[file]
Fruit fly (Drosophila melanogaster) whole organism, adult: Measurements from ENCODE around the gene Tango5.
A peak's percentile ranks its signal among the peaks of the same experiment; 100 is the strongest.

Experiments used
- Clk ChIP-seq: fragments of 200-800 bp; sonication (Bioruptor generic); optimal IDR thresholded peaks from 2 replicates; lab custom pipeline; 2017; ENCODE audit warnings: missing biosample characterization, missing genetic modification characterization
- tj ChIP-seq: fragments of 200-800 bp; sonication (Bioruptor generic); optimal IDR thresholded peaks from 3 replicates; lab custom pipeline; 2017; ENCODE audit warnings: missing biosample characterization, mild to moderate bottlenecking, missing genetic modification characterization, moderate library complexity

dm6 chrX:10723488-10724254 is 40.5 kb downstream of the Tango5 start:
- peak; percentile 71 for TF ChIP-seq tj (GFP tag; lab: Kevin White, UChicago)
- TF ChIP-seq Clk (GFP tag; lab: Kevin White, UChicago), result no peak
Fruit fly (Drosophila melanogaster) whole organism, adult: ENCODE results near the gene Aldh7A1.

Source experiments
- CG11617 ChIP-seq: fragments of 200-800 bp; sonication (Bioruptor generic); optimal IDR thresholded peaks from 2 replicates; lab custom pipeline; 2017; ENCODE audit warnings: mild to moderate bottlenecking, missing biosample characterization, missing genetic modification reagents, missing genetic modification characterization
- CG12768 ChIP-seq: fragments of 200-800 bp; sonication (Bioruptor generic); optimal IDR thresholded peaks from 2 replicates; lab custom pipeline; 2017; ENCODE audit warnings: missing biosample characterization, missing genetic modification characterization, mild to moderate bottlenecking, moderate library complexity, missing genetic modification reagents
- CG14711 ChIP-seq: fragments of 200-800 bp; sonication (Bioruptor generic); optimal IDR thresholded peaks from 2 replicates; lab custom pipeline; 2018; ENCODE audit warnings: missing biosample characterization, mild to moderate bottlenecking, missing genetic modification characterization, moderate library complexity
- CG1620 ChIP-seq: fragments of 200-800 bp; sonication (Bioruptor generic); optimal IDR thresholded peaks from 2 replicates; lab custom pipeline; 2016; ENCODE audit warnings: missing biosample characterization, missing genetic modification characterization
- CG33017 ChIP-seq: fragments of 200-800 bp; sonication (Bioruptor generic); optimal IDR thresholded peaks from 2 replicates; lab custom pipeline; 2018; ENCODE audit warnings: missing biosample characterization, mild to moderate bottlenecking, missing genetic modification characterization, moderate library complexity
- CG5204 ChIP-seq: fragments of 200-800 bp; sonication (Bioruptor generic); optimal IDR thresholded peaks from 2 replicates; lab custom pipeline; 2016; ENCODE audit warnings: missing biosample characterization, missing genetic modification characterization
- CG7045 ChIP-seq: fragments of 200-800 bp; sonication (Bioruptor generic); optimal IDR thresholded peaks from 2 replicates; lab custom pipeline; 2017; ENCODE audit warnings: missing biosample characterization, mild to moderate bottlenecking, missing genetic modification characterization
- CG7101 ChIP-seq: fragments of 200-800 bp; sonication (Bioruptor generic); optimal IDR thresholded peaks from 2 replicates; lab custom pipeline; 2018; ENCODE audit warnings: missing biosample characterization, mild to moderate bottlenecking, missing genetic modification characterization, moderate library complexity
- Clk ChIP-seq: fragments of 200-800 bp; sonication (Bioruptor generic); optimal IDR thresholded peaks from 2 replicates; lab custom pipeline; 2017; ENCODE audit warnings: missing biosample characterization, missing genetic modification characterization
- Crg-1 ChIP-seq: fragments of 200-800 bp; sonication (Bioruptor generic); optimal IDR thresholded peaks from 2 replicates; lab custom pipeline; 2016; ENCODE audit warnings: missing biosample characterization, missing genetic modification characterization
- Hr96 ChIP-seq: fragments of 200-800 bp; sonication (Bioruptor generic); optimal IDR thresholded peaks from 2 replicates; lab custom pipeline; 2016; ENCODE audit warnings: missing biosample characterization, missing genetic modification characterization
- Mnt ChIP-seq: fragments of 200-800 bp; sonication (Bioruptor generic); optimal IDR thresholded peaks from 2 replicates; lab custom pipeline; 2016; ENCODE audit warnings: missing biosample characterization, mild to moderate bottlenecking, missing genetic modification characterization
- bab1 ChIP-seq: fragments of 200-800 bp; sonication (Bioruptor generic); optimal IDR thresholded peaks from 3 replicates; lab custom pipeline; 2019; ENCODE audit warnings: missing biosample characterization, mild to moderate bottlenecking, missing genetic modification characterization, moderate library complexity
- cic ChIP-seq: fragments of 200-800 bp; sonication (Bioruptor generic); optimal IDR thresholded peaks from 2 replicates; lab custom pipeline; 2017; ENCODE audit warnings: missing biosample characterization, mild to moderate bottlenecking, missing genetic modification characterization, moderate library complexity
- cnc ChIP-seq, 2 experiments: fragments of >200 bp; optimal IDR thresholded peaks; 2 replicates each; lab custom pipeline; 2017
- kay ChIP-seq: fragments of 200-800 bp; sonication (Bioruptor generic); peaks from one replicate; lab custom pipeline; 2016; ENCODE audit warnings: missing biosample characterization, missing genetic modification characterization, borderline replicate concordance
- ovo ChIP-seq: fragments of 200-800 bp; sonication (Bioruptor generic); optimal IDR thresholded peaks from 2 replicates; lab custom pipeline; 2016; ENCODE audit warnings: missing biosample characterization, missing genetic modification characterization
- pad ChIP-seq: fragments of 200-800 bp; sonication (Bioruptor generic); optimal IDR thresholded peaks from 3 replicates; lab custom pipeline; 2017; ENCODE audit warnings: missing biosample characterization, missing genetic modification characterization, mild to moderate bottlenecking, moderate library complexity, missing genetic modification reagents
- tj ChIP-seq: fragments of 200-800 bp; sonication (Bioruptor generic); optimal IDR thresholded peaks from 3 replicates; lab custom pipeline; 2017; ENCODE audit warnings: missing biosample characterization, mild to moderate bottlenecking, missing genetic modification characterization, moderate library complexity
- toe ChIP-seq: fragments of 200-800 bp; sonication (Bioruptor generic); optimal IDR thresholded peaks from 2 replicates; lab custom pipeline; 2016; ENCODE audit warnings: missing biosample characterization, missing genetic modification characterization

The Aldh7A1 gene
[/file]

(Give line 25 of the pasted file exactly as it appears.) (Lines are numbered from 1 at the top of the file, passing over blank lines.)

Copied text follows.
- cnc ChIP-seq, 2 experiments: fragments of >200 bp; optimal IDR thresholded peaks; 2 replicates each; lab custom pipeline; 2017